On most any Tuesday, between 8 and 9 a.m. at A-Town Diner in the City of Atascadero, you will find a group of Marine veterans gathered around the round table in the middle of the dining area. They may just look like a group of senior citizens, talking about their grandkids, the cost of living and casually solving local and national problems over a cup of coffee.
They have been going to the same cafe so long, they don’t need a menu, they just tell the waitress “I will have the usual,” this is good because most of them can’t remember what the usual was. So it’s like being back in the military again, eat what you’re served as long as the coffee keeps coming.
In 1999, the federal government asked for assistance in honoring veteran funerals, and at the San Luis Obispo Old Mission Church some of the veterans that meet each week at the A-Town Diner rendered their first Military Funeral Honors Ceremony for a fellow veteran. Because of the continued request from local families, the Central Coast Leatherneck Honor Guard a non-profit organization was created.
All of these local veterans, besides proudly serving our country during WWII, the Korean War, Vietnam War, and later, continue to serve their country and their fellow veterans, by rendering Full Military Funeral Honors Ceremonies at veterans funeral.

Three Rifle Volley Salute

This is the oldest of the customs of a Military Funeral Honors Ceremonies. The custom was originated for American soldiers during the Revolutionary War when each Army would stop the fighting so that the wounded and dead could be cared for or buried. Once the dead had been buried, each side would fire a three-rifle volley salute over their graves. This let the other side know that they were ready to resume the fighting. Following the Civil War, the custom of firing a Three Rifle Volley Salute at active duty military funerals was extended to veterans that had honorably served their country.

Playing of Taps

“Taps” is an American Bugle Call, composed by the Union General Daniel Butterfield while camped at Harrison’s Landing Virginia in 1862. “Taps” replaced the earlier bugle call “Tattoo” that was thought to be too formal. The new bugle call became known as “Taps” because it could be tapped out on a drum in the absence of a bugler.
Within a year, both the North and the South Army’s were playing “Taps” at the burial of their soldiers. In 1864, “Taps” was adopted by the Army as the officially bugle call to be played at Military funerals and at day’s end on military bases to signal “lights out.”

Holding the Flag for Taps

At the funeral of a veteran when “Taps” is played, the flag that has covered the casket will be raised and held open. All military members at the funeral (except the bugler and military personnel holding the flag) will render a hand salute until the playing of “Taps” is completed. This is also done at memorial services where there is no casket.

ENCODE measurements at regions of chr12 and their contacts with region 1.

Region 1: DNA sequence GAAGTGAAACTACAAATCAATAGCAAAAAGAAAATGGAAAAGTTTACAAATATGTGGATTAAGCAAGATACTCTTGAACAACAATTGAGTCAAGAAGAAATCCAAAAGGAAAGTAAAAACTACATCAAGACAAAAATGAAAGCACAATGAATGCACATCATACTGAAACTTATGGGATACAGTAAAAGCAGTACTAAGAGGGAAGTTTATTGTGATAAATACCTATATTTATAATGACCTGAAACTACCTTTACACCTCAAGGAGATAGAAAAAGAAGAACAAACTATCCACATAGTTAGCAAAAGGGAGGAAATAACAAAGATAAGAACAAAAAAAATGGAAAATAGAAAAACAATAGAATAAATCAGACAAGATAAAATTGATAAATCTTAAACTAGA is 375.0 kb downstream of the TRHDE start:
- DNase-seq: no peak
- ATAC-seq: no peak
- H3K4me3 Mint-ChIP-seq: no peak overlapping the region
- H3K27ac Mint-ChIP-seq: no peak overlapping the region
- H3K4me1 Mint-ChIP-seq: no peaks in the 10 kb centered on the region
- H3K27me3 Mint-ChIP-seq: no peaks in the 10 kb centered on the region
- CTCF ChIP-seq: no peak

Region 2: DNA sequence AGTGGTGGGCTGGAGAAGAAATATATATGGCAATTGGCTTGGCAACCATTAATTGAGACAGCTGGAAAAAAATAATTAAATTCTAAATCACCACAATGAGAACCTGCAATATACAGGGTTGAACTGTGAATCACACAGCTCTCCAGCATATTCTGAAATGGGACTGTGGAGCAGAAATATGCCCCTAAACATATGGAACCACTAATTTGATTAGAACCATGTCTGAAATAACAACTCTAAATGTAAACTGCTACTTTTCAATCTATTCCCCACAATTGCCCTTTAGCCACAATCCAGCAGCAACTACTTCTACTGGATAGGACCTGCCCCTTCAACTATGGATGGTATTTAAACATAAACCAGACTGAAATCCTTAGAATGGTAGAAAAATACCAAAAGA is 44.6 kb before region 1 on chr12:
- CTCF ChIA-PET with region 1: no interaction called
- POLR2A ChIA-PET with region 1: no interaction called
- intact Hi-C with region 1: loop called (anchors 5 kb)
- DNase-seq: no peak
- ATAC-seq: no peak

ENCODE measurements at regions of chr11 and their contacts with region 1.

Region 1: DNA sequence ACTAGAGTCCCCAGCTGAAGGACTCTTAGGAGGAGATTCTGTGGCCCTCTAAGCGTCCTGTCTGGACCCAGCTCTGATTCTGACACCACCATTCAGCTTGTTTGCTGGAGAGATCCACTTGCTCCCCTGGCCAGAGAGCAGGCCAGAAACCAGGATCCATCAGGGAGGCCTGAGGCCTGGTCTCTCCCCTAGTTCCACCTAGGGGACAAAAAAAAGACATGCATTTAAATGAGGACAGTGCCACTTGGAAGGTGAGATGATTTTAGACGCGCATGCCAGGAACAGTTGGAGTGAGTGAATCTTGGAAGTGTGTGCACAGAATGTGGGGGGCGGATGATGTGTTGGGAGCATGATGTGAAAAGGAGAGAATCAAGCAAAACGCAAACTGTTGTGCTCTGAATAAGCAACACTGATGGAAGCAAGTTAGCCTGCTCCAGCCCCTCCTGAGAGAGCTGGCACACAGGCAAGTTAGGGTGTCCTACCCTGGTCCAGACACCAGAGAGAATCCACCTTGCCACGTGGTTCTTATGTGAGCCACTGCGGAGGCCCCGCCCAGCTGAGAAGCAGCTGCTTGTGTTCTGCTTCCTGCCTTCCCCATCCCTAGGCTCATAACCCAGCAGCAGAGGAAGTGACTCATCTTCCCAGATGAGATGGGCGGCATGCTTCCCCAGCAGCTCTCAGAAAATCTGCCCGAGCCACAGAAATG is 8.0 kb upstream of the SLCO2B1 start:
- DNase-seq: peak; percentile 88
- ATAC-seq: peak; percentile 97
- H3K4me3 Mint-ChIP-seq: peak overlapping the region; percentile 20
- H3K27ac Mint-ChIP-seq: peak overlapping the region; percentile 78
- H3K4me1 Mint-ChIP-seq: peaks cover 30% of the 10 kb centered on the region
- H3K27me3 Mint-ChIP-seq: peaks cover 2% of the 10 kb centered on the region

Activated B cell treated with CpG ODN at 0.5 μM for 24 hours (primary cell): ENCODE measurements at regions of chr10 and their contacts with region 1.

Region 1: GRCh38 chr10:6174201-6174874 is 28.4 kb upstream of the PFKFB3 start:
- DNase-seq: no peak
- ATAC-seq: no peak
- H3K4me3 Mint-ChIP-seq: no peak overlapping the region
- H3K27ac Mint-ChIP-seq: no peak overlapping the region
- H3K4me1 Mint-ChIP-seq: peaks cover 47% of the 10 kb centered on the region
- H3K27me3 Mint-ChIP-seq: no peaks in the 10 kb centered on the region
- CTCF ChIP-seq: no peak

The Folding of the Burial Flag

The Flag will be folded into a triangular shape with only the blue field with stars showing. The shape of the flag when completely folded takes on the appearance of a cocked hat, reminding us of the hats worn by the soldiers, sailors and marines that served under General George Washington and Captain John Paul Jones during the Revolutionary War. These men fought to preserve for us the rights, privileges and freedoms that we all enjoy today.
Care by all members of the Folding Detail is of the utmost importance to make sure the burial flag is correctly folded, because this will be the last time that this flag will ever be folded.

Shape of the Folded Flag

This triangular shape has always been the traditional way that burial flags for U.S. military personnel have been folded.

Presenting the Flag

The flag is then presented to the next of kin, or other appropriate family member as a keepsake, using the words “Please accept this flag from a grateful nation, the President of the United States, and Secretary of [Branch of Service for the veteran] for your loved one’s service to the United States of America. After the burial flag has been presented at a veteran’s funeral or memorial it should never be opened or flown again or displayed in any way other than in the triangular shape in which it was presented to the family of the veteran.

Collection of Three Spent Casings

One of Rifle Firing Detail members will collect three spent casings following the Rifle Volley Salute. These casings will be placed in a small black bag and given to the next of kin. With the following wording “Keep these pieces of brass, together with our Nations Flag. As you remember and memorialize your loved one finial military formation and their service to our country. They stand for Honor, Courage & Commitment, the three main character traits embodied in every true American patriot.”

Playing Military Branch Song

At the conclusion of the Military Honor Ceremony the musicians will play the Song of the Veterans Branch of Military service.

Central Coast Leatherneck Honor Guard

The Central Coast Leatherneck Honor Guard organization is looking for a few proud Marines to continue its mission of rendering Full Military Funeral Honors for the deserving veterans of the San Luis Obispo area.
For more info regarding the Central Coast Leatherneck Honor Guard, go to leatherneckhonorguard.org, or stop by the A-Town Diner on any Tuesday between 8 and 9 a.m.